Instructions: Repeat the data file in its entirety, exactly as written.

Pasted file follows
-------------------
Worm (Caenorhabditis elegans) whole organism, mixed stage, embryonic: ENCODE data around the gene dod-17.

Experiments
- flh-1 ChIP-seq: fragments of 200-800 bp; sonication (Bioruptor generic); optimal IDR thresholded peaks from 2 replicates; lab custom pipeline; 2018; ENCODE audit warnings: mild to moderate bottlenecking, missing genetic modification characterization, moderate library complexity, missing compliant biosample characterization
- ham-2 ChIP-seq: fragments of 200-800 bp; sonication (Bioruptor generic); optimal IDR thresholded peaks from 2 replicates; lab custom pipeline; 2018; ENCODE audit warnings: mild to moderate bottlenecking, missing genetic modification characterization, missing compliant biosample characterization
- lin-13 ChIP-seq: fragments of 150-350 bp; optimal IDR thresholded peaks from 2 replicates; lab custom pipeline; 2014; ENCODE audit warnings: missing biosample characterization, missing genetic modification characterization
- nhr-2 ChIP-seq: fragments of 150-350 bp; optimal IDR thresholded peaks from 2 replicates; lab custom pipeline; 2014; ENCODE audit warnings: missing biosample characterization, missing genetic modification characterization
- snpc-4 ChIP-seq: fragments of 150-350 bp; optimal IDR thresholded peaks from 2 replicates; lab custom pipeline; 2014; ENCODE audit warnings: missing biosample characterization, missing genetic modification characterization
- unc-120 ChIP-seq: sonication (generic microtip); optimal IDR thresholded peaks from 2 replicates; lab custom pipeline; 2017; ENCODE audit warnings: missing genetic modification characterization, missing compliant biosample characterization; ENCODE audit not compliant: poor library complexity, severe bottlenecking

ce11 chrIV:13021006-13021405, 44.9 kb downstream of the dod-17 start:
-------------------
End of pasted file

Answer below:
Worm (Caenorhabditis elegans) whole organism, mixed stage, embryonic: ENCODE data around the gene dod-17.

Experiments
- flh-1 ChIP-seq: fragments of 200-800 bp; sonication (Bioruptor generic); optimal IDR thresholded peaks from 2 replicates; lab custom pipeline; 2018; ENCODE audit warnings: mild to moderate bottlenecking, missing genetic modification characterization, moderate library complexity, missing compliant biosample characterization
- ham-2 ChIP-seq: fragments of 200-800 bp; sonication (Bioruptor generic); optimal IDR thresholded peaks from 2 replicates; lab custom pipeline; 2018; ENCODE audit warnings: mild to moderate bottlenecking, missing genetic modification characterization, missing compliant biosample characterization
- lin-13 ChIP-seq: fragments of 150-350 bp; optimal IDR thresholded peaks from 2 replicates; lab custom pipeline; 2014; ENCODE audit warnings: missing biosample characterization, missing genetic modification characterization
- nhr-2 ChIP-seq: fragments of 150-350 bp; optimal IDR thresholded peaks from 2 replicates; lab custom pipeline; 2014; ENCODE audit warnings: missing biosample characterization, missing genetic modification characterization
- snpc-4 ChIP-seq: fragments of 150-350 bp; optimal IDR thresholded peaks from 2 replicates; lab custom pipeline; 2014; ENCODE audit warnings: missing biosample characterization, missing genetic modification characterization
- unc-120 ChIP-seq: sonication (generic microtip); optimal IDR thresholded peaks from 2 replicates; lab custom pipeline; 2017; ENCODE audit warnings: missing genetic modification characterization, missing compliant biosample characterization; ENCODE audit not compliant: poor library complexity, severe bottlenecking

ce11 chrIV:13021006-13021405, 44.9 kb downstream of the dod-17 start: